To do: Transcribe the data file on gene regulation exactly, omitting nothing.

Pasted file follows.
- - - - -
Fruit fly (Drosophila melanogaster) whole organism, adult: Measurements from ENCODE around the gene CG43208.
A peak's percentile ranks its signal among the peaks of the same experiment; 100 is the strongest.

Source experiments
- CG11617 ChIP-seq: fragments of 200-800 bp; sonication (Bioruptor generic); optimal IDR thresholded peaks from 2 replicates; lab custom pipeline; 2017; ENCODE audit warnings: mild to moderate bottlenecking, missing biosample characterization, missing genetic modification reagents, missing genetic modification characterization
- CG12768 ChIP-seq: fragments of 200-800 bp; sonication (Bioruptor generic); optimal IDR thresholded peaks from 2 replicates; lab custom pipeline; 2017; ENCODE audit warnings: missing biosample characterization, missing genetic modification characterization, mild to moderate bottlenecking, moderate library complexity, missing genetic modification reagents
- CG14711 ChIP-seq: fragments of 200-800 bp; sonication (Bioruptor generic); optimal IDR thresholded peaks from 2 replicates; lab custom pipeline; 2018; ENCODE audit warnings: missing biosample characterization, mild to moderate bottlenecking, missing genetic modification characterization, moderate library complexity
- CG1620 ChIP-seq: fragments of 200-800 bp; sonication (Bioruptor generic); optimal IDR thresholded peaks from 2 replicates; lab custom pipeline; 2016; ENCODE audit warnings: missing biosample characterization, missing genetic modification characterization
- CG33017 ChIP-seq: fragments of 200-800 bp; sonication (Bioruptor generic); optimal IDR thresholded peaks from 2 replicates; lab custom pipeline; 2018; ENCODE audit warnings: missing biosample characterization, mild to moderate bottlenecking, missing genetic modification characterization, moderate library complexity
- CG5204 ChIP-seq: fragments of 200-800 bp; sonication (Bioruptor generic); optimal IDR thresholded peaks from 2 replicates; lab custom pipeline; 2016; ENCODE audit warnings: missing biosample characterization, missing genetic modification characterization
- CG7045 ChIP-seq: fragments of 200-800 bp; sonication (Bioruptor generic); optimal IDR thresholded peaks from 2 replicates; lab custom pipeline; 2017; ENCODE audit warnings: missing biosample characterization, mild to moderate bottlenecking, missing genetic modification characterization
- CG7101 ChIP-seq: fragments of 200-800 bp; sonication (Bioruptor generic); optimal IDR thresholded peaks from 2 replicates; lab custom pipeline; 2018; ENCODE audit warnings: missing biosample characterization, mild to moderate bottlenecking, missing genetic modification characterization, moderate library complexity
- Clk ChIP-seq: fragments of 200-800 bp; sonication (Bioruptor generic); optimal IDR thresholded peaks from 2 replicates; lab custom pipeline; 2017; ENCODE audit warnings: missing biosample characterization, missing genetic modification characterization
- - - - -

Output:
Fruit fly (Drosophila melanogaster) whole organism, adult: Measurements from ENCODE around the gene CG43208.
A peak's percentile ranks its signal among the peaks of the same experiment; 100 is the strongest.

Source experiments
- CG11617 ChIP-seq: fragments of 200-800 bp; sonication (Bioruptor generic); optimal IDR thresholded peaks from 2 replicates; lab custom pipeline; 2017; ENCODE audit warnings: mild to moderate bottlenecking, missing biosample characterization, missing genetic modification reagents, missing genetic modification characterization
- CG12768 ChIP-seq: fragments of 200-800 bp; sonication (Bioruptor generic); optimal IDR thresholded peaks from 2 replicates; lab custom pipeline; 2017; ENCODE audit warnings: missing biosample characterization, missing genetic modification characterization, mild to moderate bottlenecking, moderate library complexity, missing genetic modification reagents
- CG14711 ChIP-seq: fragments of 200-800 bp; sonication (Bioruptor generic); optimal IDR thresholded peaks from 2 replicates; lab custom pipeline; 2018; ENCODE audit warnings: missing biosample characterization, mild to moderate bottlenecking, missing genetic modification characterization, moderate library complexity
- CG1620 ChIP-seq: fragments of 200-800 bp; sonication (Bioruptor generic); optimal IDR thresholded peaks from 2 replicates; lab custom pipeline; 2016; ENCODE audit warnings: missing biosample characterization, missing genetic modification characterization
- CG33017 ChIP-seq: fragments of 200-800 bp; sonication (Bioruptor generic); optimal IDR thresholded peaks from 2 replicates; lab custom pipeline; 2018; ENCODE audit warnings: missing biosample characterization, mild to moderate bottlenecking, missing genetic modification characterization, moderate library complexity
- CG5204 ChIP-seq: fragments of 200-800 bp; sonication (Bioruptor generic); optimal IDR thresholded peaks from 2 replicates; lab custom pipeline; 2016; ENCODE audit warnings: missing biosample characterization, missing genetic modification characterization
- CG7045 ChIP-seq: fragments of 200-800 bp; sonication (Bioruptor generic); optimal IDR thresholded peaks from 2 replicates; lab custom pipeline; 2017; ENCODE audit warnings: missing biosample characterization, mild to moderate bottlenecking, missing genetic modification characterization
- CG7101 ChIP-seq: fragments of 200-800 bp; sonication (Bioruptor generic); optimal IDR thresholded peaks from 2 replicates; lab custom pipeline; 2018; ENCODE audit warnings: missing biosample characterization, mild to moderate bottlenecking, missing genetic modification characterization, moderate library complexity
- Clk ChIP-seq: fragments of 200-800 bp; sonication (Bioruptor generic); optimal IDR thresholded peaks from 2 replicates; lab custom pipeline; 2017; ENCODE audit warnings: missing biosample characterization, missing genetic modification characterization